Exploring is mostly done through your instincts and experimentation. Just look around, listen for strange noises and smell things, until you discover something unusual. This could be a plant that can serve as food or a new tool or animal you haven’t seen before. For everything, you discover you not only earn points, but it will also be needed if you want to expand your domain. At first, your clan will not be very comfortable going to uncharted territories, and it might even send your ape into a panic. But as you learn more, the unknown will become less scary to you until you can overcome your fear and explore further reaches, eventually even wandering beyond the jungle into different biomes, like the desert or savanna. All the while keeping an eye on your thirst, hunger, and exhaustion of course.

It will probably take a while to get that far though, and clearly, your apes aren’t immortal. To ensure the clan’s existence, you will need to find an ape of the opposite sex to mate with. Not only will you enlarge your clan this way and make sure there’s young blood for the next generation, but you also get an adorable baby to carry around on your back. And this is also where you use the points you collected earlier, to buy Neuronal pathways. These pretty much work like a skill tree, giving you the option to choose which abilities to advance, which the next generation will inherit.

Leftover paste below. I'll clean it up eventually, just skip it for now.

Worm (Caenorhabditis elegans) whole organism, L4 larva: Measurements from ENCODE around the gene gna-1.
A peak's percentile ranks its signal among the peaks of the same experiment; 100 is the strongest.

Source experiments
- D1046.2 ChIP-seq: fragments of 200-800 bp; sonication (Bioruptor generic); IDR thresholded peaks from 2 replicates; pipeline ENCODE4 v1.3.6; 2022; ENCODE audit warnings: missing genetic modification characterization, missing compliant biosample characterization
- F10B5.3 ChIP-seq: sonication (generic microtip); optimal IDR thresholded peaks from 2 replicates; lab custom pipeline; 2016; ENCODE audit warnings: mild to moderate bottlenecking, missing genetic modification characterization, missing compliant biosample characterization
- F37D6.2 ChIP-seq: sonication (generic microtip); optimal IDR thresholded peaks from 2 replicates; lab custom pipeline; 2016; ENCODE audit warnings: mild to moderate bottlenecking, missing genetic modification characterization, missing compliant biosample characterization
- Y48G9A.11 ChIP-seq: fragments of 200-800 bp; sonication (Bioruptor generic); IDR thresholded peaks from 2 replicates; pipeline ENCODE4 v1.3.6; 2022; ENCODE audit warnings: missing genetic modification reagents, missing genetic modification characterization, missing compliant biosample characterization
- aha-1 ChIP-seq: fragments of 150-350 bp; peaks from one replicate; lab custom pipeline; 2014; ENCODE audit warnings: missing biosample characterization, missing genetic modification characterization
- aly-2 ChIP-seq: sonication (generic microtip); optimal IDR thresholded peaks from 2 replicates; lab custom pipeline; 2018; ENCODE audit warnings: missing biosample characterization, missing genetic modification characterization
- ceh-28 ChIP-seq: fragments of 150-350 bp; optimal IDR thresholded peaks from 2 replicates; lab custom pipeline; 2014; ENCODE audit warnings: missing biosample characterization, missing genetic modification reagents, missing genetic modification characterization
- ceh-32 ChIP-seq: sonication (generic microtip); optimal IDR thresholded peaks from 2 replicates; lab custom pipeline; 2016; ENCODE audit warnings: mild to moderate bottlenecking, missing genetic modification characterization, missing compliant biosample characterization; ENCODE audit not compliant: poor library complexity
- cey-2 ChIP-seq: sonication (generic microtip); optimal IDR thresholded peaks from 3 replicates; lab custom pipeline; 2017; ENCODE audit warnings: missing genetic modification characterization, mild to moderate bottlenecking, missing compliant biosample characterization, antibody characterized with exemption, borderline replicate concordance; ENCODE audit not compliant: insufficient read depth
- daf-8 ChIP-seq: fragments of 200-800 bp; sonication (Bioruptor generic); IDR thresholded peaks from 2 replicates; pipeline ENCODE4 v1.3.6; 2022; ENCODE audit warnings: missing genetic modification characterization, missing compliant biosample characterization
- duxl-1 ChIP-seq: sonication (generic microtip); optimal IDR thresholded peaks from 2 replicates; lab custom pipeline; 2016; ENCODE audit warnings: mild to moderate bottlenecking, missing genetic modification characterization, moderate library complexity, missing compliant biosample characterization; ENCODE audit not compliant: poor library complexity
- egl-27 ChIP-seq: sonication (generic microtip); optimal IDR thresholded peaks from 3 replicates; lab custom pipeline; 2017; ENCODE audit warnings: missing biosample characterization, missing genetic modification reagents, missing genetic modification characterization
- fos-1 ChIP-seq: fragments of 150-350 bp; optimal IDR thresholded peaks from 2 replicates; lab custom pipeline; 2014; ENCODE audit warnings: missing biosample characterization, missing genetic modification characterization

As you advance, you will notice your own abilities are changing too. Your primate moves easier, becomes smarter, and will generally learn all kinds of exciting things. Soon they will be using plants to cure illnesses, building their own shelters or even making rudimentary weapons. Those last ones especially will come in handy when venturing outside. Ancient Africa is filled with all kinds of creatures, ranging from giant snakes to tigers and crocodiles. And all of these creatures are more than happy to make you their next meal. You can either run away and avoid their attacks or try and turn the tables on them and make them your next food supply. Meat is incredibly nutritious after all. Either way, an unfortunate fall or a poisonous plant can also kill you easily. But as long as you have other clan members, you can just continue the game with them.


With over 50 hours of gameplay, who can really complain about Ancestors: The Humankind Odyssey? Besides some wonky camera controls here and there, the game succeeds perfectly in what it sets out to do: provide a game for those who like to explore and experiment with the science of evolution in a wide-open world filled with opportunities. Will you learn something along the way? Hopefully. But you will be having a good time regardless.

VN:F [1.9.22_1171]
Rating: 9.5/10 (2 votes cast)
VN:F [1.9.22_1171]
Rating: 0 (from 0 votes)
Ancestors: The Humankind Odyssey - Review, 9.5 out of 10 based on 2 ratings

Games are my escape and writing is my passion.

1 Comment

  1. […] already reviewed the PC version of Ancestors: The Humankind Odyssey before which you can check out here, but this time we got a chance to check out the game on the PlayStation […]

    VA:F [1.9.22_1171]
    0 people found this helpful
    Was this review helpful?

Leave a Reply

You must be logged in to post a comment.